With lockdown restrictions easing and the country tentatively feeling its way through the early stages of our new normal, the prospect of returning to the workplace is raising anxiety levels for many of us.
As businesses invite their people back into the workplace, managers are likely to be dealing with emotional responses from their teams, driven by concerns about the practicalities and risks of returning to work.
“How will I get to work safely?”
“Is there a screen around my desk now?”
“Is the communal kitchen safe to use?”
“Is PPE being provided or do I need to bring my own?”
“What if I get infected and bring it back to my home?”
These concerns and emotional responses will result in new types of difficult conversation with team members, and when we’re dealing with anxiety, we need to remember that everyone is individual and will be reacting and coping differently. As such we need to make sure that we’re approaching these conversations with compassion and understanding.
Keep It Personal
Difficult conversations are ones we tend to prepare for, and whilst having the key points noted down can help you focus and not lose track, allowing the conversation to grow out of a few key questions and demonstrating genuine curiosity will help to create rapport and trust.
We must always be mindful of our own views and feelings on returning to work, as these can seep into the dialogue. Leading questions such as; “It’s great news isn’t it?”, “We’re all really looking forward to things getting back to normal are you?” could add to the isolation and anxiety individuals may be experiencing.
Try something along the lines of “I wanted to talk about returning to work and understand what your thoughts and feelings were about that” – this sets a more supportive tone than “I wanted to talk to you about your return to work next week”.
Make It Two Way – Share the Ownership
Understanding what may be difficult for our team members, and what their stresses and anxieties might be allows us to have a two-way conversation.
It’s important to appreciate therefore, that responding to an individual who is experiencing stress isn’t about having all the answers, and this isn’t what the focus of our conversation should be. The Mental Health First Aid (MHFA) England training recognises that listening non-judgementally and encouraging colleagues to consider what resources or support they already have available is, in itself, a demonstration that we “hold hope”. It also supports people beyond this event, meaning they are more likely to consider these factors first if they find themselves struggling in the future.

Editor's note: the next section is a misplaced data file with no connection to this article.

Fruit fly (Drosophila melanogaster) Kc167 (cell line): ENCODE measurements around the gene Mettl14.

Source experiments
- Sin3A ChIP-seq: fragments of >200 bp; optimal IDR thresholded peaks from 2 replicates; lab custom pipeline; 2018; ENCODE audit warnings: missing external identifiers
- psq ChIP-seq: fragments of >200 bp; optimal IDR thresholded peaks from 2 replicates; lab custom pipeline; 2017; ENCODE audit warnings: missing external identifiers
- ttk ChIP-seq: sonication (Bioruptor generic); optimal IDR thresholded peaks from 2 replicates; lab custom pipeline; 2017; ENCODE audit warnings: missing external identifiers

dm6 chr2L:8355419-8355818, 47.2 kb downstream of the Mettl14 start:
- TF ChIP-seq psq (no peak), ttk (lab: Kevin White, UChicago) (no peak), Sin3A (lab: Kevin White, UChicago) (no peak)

Following up with questions around what we can do to support them, or make things easier, and agreeing together what the combined next steps will be is a more effective approach than telling the individual what we think they should do.
Team members’ concerns about a return to work will be diverse and we may not be able to anticipate them all, but we can be ready for what is likely. The Government has set out guidance on how employers can ensure a safe return to work for their employees.
There may be other factors specific to our sector or workplace, which we can foresee being a concern to our people. We can be ready for this, and if we don’t have the answers, we should be honest and clear in terms of how, and when, we may be able to respond, and acknowledge that this lack of information is of understandable concern. Our timely follow up of this request for more information will build trust far more readily than our ‘not knowing right now’ will erode it.
If our organisation has an Employee Assistance Programme (EAP) we must make sure we signpost this. Most EAPs have a counselling service and advice on family and financial problems. It may have been mentioned at induction and be on notice boards at work, but this is unlikely to be something our colleagues will think about accessing unless it’s signposted. There is evidence to suggest that low level promotion of EAP results in use during crisis and situations which have already reached a serious stage only, so promoting this service more often may mean it’s utilised before crisis point.
Anxious conversations will become commonplace for many of us in the weeks and months to come. As we all navigate the changing landscape of work in the new normal, we’ll be faced with situations we’re unused to dealing with. At ted Learning our suite of #new normal courses provide leaders, managers and team members with practical tools to support themselves and others at this challenging time